Not once upon a time,
not once in a lifetime;
just... sometimes,

I feel like an inkstain.

And even if you are a Writer, and you Like Ink... that is not a compliment.

Sometimes, I feel like an inkstain on the written work of my life, penned by the hand of God. Like a very unsplendid blot that landed in the middle of the page somehow; the sort that makes you wince, trying to rub it away with your fingers, even though you know it won’t do any good.

I hear people say that “God don’t make no dirt.” (The grammar? Horrid. The phrase? Existent. More's the pity.) When I hear it, two things come to mind (apart from the miseries we shall soon endure if we do not learn to better wield the English language). The first: I know it is true. The second: I’m perfectly capable of making my own dirt, thank you very much, and ruining my life to the fullest of my abilities without any help whatsoever.

There are times when I believe I am more capable of doing wrong than I am of doing right. And it frightens me.

In the midst of this petty life, where the wakeful darkness of my Saturday nights is spent wondering how to be as impossibly perfect as possible at church the next day, living through a sermon about the splendid potential within the 'Good Christian' who has somehow invaded our expectations, and then returning home to face every unholy thought, word, and deed that has plagued my steps and not knowing which is betteravoiding the truth, or facing the reality of what I have been—I cannot help but wonder, sometimes, what this trembling heart could be missing. 

Perhaps, it is 2 Timothy 2:11-14— the promise that no matter how faithless I am, His faithfulness never fails. That He is constant where my own failings can never be—into eternity itself. That He has overcome the self within me, and now: torn, slain, and conquered back into life, I am His.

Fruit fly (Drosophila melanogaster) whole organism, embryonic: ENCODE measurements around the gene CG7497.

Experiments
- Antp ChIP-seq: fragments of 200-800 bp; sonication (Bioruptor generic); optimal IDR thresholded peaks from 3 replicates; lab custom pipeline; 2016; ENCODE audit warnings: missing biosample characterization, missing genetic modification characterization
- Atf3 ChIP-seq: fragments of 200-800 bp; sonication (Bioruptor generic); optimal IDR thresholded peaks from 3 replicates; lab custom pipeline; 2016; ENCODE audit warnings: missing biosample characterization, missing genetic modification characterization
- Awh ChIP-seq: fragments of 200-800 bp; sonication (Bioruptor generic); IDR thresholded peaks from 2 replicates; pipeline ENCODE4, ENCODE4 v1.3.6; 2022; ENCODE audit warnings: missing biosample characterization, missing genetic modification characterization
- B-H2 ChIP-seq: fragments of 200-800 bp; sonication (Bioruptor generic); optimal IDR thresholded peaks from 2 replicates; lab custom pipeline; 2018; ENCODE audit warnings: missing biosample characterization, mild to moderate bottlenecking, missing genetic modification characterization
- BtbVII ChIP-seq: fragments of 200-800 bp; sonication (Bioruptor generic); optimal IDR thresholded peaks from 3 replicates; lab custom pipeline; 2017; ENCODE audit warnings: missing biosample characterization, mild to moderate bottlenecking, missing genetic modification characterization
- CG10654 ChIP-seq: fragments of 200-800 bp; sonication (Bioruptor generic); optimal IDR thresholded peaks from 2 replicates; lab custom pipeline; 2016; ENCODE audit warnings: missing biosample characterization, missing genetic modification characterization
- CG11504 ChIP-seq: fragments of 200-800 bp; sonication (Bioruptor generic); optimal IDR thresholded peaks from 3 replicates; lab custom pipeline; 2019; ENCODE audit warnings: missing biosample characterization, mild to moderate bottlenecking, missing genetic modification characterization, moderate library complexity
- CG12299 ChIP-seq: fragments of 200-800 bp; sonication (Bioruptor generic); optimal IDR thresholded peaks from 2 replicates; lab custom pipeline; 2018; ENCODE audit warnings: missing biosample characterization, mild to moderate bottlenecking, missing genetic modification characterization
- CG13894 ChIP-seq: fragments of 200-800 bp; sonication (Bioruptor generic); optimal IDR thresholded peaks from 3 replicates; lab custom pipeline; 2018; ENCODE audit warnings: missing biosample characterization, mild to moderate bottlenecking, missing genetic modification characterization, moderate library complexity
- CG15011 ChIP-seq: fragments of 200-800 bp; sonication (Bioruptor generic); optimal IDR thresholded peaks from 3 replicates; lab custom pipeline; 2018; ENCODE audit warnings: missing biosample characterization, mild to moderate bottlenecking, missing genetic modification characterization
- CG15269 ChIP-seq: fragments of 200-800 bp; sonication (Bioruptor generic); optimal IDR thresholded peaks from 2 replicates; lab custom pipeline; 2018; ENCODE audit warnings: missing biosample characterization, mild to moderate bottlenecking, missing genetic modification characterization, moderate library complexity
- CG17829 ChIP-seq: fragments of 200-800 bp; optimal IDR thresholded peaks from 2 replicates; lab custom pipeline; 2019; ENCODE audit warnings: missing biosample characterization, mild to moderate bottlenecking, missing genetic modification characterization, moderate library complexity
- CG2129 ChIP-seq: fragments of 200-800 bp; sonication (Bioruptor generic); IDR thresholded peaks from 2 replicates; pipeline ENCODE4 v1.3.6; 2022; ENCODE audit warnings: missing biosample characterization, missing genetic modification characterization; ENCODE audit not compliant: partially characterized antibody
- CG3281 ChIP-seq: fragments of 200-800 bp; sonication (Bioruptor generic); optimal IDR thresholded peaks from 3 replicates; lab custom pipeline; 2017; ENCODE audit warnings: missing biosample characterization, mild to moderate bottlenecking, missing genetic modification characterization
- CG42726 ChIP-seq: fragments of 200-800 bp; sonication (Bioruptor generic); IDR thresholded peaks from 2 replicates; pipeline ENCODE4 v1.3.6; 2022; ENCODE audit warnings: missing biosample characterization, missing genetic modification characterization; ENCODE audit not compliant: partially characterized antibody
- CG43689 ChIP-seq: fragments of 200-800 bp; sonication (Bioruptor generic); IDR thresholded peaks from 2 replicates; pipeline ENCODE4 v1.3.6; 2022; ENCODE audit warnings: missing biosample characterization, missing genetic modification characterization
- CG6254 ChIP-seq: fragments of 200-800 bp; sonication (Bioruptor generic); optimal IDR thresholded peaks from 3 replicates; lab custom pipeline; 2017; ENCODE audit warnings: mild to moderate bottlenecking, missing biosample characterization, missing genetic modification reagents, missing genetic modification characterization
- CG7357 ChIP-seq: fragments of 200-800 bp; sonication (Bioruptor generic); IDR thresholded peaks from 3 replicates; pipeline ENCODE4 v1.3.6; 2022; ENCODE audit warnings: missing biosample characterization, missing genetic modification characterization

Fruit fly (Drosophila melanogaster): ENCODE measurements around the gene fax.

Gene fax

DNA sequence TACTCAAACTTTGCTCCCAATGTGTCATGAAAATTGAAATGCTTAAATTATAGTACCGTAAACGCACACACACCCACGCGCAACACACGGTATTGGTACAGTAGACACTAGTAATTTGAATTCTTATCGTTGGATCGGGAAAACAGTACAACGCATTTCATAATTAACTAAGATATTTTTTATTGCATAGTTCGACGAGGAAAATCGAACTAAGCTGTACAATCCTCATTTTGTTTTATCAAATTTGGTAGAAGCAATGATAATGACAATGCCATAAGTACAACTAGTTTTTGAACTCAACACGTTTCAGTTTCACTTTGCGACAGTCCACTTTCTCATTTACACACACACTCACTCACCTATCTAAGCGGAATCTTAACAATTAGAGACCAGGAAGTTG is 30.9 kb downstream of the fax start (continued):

What is His is His forever. Even an inkstain.

And by a queer thing called Grace, He turns those inkstains into love stories. Because the truly beautiful love stories are about those who were loved, without having anything loveable to offerand through that love, becoming worth loving.

If you don’t believe it, just ask the inkstains.

1 missives:

Jenny said...

I'm an inkstain. You're an inkstain. The most beautiful blots in creation, dabbled right into the Lamb's Book of Life.

The first thing that came to my mind when you said "God don't make no dirt" - which is a phrase I have not heard before - was, "Oh, what dreadful grammar..." But you're absolutely right. I hear people say, not that the devil made them do it, but that the devil /helped/ them do it, and perhaps that is so; but really, the devil is a busy fellow and a rather terrible one, and if any old bloke were to come into contact with him, I can't imagine the exchange being so flippant. The thing is, the devil entirely aside, we're perfectly capable of ruining our own lives without a helping hand from any. And even if we try our best to be good - well, look at the best, the Pharisees, and hear what God had to say about them.

No, it's entirely of God's love and grace, not of our scrubbing at the inkstains, that makes us beautiful.

Jesus paid it all,
all to Him I owe.
Sin had left a crimson stain -
He washed it white as snow.